A positive development is this call for a movement in NJ for divestment from private prisons. This is certainly something that Decarcerate the Garden State can partner with. However we have some concerns about limiting focus to “privatized” prisons and firms that own and profit from them – see below this call to action for details. We certainly believe these concerns can be worked out and a unified strategy can be developed.
I hope this finds you well! I am reaching out to invite you to an in-person meeting with local activists and community leaders to discuss the possibilities of a prison divestment campaign in New Jersey. The convening organizations are Unidad Latina en Acción, Responsible Endowments Coalition, and Enlace International-- the convening organization of the national prison divestment campaign.
The meeting will be on Wednesday, May 20 from 6 to 8pm at AFSC Immigrant Rights Program (89 Market Street, 6th Floor Newark, NJ 07102).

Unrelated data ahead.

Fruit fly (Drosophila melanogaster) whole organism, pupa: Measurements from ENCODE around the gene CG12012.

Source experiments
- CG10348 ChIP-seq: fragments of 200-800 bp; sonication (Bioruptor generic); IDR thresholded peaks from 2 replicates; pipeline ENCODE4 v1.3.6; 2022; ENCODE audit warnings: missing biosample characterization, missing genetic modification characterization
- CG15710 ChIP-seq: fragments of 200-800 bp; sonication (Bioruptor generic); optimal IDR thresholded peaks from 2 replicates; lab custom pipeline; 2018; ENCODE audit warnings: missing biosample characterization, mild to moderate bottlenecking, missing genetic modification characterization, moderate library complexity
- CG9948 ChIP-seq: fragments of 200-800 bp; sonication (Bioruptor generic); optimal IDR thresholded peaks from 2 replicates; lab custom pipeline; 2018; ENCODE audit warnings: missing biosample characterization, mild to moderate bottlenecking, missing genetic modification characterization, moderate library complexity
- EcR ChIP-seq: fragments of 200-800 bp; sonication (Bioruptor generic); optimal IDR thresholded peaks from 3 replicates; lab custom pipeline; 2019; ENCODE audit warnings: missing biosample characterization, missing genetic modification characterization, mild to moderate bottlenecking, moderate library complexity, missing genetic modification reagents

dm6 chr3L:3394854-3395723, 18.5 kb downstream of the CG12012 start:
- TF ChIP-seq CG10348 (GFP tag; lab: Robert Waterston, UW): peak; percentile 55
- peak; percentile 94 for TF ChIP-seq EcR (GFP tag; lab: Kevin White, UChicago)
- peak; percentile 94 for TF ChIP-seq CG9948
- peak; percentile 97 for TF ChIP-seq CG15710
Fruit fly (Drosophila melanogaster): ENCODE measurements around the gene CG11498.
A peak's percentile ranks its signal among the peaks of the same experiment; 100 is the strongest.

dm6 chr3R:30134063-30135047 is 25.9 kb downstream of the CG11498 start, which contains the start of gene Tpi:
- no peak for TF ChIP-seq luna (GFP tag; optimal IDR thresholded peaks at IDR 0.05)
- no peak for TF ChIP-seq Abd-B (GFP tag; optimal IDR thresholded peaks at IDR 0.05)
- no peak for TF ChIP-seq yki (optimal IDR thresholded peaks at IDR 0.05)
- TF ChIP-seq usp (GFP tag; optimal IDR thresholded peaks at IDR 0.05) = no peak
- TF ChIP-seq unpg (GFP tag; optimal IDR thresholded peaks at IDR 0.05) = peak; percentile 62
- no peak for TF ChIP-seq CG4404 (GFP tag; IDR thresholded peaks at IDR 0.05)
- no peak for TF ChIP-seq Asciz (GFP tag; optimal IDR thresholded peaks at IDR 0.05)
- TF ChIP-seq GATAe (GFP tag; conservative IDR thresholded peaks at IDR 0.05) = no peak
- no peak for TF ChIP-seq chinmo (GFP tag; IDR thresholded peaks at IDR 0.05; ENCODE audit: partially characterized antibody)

Organizations who have been in preliminary conversations about prison divestment in NJ are: Wind of the Spirit, NJ Communities United, NJ Youth for Immigrant Liberation, and American Friends Service Committee. We are hoping to bring as many NJ organizations fighting criminalization and mass incarceration into the room, so please circulate this invitation widely.
Here is a proposed agenda:
- Overview of agenda and goals
- Video on the Issue
- Initial Reactions
- Overview of Campaign Strategy
- Power Analysis/ Potential Targets [if necessary]
Here are some resources on prison divestment:
- Prison Divestment Wordpress
- Enlace Resources Page
- Prison Divestment Campaign Toolkit
- Responsible Endowments Coalition - Prison Divestment Page
Please reply to confirm your attendance. Thanks and feel free to respond with any questions or comments. Looking forward to seeing you all there!
Nina Mariella Macapinlac
Responsible Endowments Coalition, Coordinator of Alumni Organizing
Anakbayan NJ, Vice Chairperson
Ruthie Wilson Gilmore, a nationally prominent prison abolitionist, scholar and author of volumes on the topic recently expressed her concerns about Decarceration efforts that are overly focused on “privatized” incarceration facilities. Ruthie and I crossed paths as we were both involved in various local activist struggles around New Brunswick NJ when she attended and studied at Rutgers University. She now is a professor at CUNY in New York City and we are working with her to schedule a speaking opportunity for her in NJ.